Memoirs of a Babylonian Princess

by Weam Namou

Memoirs of a Babylon Princess

I have finally started reading Memoirs of a Babylonian Princess, a book written 200 years ago by a woman from Telkaif in northern Iraq, my ancestors’ once Christian town which was overtaken by the Islamic State in the summer of 2014. The fact that this little gem of a book, and its author Maria Theresa Asmar, were practically buried into oblivion among its own people is quite disturbing to me, to say the least.

I first learned about Memoirs of a Babylonian Princess when I had to cover a story in the summer of 2012. Emily Porter PhD, an Iraqi-British artist, author and activist, had traveled from her hometown in Great Britain to do work at the Metropolitan Museum of Arts in New York regarding Asmar’s memoirs. She gave a lecture at Shenandoah Country Club about this memoir, and like Porter, I was amazed that few, if any, people in our Chaldean community had heard about this 720 page book.

Porter had stumbled upon this book when she was searching through a friend’s library.

“I found a book about Telkaif that briefly mentions Memoirs of a Babylonian Princess, followed by the criticism that Maria Asmar exaggerates in her work,” said Porter. “I thought, over 700 pages of a memoir, written by a woman from Telkaif in the early 19th century, and all this person has to say about it is that the author exaggerates in her writing?”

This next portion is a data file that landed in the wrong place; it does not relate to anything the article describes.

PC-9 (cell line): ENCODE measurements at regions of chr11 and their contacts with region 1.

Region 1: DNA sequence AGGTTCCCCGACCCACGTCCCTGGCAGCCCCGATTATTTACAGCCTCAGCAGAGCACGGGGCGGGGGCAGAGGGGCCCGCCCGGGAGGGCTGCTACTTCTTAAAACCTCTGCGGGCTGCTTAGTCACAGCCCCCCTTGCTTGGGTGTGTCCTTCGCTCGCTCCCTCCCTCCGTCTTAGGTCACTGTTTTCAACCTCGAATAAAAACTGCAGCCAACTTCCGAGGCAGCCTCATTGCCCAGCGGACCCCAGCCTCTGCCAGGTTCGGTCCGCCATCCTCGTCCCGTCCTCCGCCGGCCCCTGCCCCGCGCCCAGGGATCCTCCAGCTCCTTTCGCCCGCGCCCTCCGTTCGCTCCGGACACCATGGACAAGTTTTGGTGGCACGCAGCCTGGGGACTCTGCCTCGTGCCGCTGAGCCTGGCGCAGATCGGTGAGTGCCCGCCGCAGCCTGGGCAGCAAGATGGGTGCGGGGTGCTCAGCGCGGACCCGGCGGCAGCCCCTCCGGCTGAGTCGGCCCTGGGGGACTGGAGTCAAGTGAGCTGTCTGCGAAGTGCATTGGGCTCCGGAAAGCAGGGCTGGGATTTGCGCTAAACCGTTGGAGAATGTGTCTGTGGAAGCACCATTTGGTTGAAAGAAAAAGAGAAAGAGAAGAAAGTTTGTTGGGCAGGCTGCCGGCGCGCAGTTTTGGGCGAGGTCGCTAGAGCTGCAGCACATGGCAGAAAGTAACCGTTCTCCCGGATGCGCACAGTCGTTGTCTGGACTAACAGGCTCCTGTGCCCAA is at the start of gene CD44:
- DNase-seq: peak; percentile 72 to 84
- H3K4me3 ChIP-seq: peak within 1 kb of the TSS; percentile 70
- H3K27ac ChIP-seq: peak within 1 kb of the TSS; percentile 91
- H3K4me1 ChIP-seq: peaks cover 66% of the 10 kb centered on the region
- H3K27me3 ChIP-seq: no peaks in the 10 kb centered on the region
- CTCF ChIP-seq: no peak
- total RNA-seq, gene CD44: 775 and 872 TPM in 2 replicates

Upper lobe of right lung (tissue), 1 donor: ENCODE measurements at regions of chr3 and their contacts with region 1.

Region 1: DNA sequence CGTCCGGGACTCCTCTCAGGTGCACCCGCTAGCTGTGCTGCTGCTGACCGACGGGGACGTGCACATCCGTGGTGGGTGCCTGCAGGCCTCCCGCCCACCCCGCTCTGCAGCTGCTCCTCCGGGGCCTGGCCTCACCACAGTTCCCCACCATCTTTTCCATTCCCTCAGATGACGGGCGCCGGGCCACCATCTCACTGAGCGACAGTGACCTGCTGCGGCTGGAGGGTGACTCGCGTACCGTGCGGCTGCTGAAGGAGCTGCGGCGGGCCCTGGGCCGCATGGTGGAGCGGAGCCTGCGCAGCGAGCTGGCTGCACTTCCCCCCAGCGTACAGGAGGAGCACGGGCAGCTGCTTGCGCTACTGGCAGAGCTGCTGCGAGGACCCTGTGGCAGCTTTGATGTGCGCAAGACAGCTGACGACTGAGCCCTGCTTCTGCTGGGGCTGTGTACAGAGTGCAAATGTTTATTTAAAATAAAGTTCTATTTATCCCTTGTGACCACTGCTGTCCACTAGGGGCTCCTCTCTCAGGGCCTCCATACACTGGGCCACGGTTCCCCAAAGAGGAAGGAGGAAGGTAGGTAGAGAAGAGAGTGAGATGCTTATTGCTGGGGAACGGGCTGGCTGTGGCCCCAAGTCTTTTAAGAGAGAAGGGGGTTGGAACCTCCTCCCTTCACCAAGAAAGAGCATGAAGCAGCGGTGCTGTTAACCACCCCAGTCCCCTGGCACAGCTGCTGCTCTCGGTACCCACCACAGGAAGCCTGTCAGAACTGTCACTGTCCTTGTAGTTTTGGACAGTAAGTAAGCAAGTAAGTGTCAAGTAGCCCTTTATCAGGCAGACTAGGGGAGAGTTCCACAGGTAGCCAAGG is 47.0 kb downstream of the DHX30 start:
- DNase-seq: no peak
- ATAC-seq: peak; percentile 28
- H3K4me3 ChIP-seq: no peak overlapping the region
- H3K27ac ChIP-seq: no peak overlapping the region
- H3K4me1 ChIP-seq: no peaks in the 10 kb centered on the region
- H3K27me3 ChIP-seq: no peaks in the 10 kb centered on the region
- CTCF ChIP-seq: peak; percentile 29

Maria was no ordinary woman, either. She traveled alone to Europe, the Middle East and other parts of the world. She met with Queen Victoria and even dedicated her book to the queen. She set up a school for women in Baghdad and welcomed western Christian missionaries, who then bribed the Turkish government to give them the licence for the school and forbid Maria to carry on with her project. Left frustrated and angry to have been treated this way by fellow Christians, she sought sanctuary with the Muslim Bedouins. She set about recording their daily lives, everything from the weddings and celebrations to their assaults on other tribes.

As I read her memoirs, I am in awe of the rich material it contains and of the beauty in Maria’s literary voice. I also find it interesting that while her work was neglected by her own community, in Great Britain and even in the United States, it has received a much wider and respectable recognition.

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